State may evictThe state Board of Land and Natural Resources may try to evict the Hilton Waikoloa Village for failure to compensate the state for use of ceded lands for about 14 years.
Hilton Waikoloa for
back rent on
The state says the hotel owes
14 years' worth of back
rent on 1.86 acres
By Treena Shapiro
The land in question is in the middle of the project, encompassing part of the famed lagoons, ballrooms and wedding chapel.
In 1997, federal judge David Ezra ruled that 1.75 acres of submerged lands used by the Big Island resort are actually state-owned lands. After the department appraised the area, it found that the amount of land used by the hotel was larger, 1.86 acres, and that it was ceded land.
Since 1998, the state and the hotel have tried to agree on appropriate compensation for current and prior use of the land, which formerly belonged to the Hawaiian crown and government. Twenty percent of revenue from ceded land use is supposed to be paid to the Office of Hawaiian Affairs.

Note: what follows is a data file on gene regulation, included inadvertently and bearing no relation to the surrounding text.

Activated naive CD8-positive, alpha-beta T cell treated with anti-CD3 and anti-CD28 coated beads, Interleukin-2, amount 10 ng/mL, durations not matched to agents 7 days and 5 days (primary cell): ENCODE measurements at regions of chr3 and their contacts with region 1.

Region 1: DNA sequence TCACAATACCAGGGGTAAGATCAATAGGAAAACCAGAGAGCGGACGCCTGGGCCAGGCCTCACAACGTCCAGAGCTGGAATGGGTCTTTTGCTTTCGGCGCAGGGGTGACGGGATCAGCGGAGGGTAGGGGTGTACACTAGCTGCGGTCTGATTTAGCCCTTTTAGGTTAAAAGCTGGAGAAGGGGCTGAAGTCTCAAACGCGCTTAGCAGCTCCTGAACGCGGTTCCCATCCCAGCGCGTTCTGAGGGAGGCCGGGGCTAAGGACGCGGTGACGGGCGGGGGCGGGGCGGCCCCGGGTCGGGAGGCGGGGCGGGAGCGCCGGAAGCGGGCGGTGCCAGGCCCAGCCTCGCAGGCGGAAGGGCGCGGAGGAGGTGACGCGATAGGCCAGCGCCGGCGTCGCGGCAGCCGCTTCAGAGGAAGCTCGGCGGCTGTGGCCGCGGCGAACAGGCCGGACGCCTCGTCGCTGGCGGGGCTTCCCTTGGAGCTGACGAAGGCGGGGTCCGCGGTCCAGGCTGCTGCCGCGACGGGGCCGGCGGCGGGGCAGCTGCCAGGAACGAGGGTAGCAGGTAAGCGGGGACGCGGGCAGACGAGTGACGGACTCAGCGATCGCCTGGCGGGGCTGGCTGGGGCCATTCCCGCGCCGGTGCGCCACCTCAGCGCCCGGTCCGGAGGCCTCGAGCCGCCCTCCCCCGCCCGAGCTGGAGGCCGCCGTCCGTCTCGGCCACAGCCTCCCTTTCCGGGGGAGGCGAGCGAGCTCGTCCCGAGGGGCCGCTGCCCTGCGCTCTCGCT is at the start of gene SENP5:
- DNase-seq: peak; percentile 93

But the state closed its final offer Sept. 1 without an agreement, and the Land Division staff is recommending that the board begin eviction proceedings against the hotel.
Land Administrator Dean Uchida said that, to his knowledge, trying to evict a large hotel from state land is something new.
"It's not like we actually seek to resolve this type of situation in this manner," he said.
If the action is taken at tomorrow's meeting, the hotel could be asked to stop using the state-owned lands and restore them to their natural condition.
The state would still continue to seek back rent from the hotel.
Uchida said he doesn't know how the board will react to the recommendation.
"They could support it, they could amend it, or they could reject it in its entirety."
Representatives at Hilton declined to comment on the case because it is still in litigation.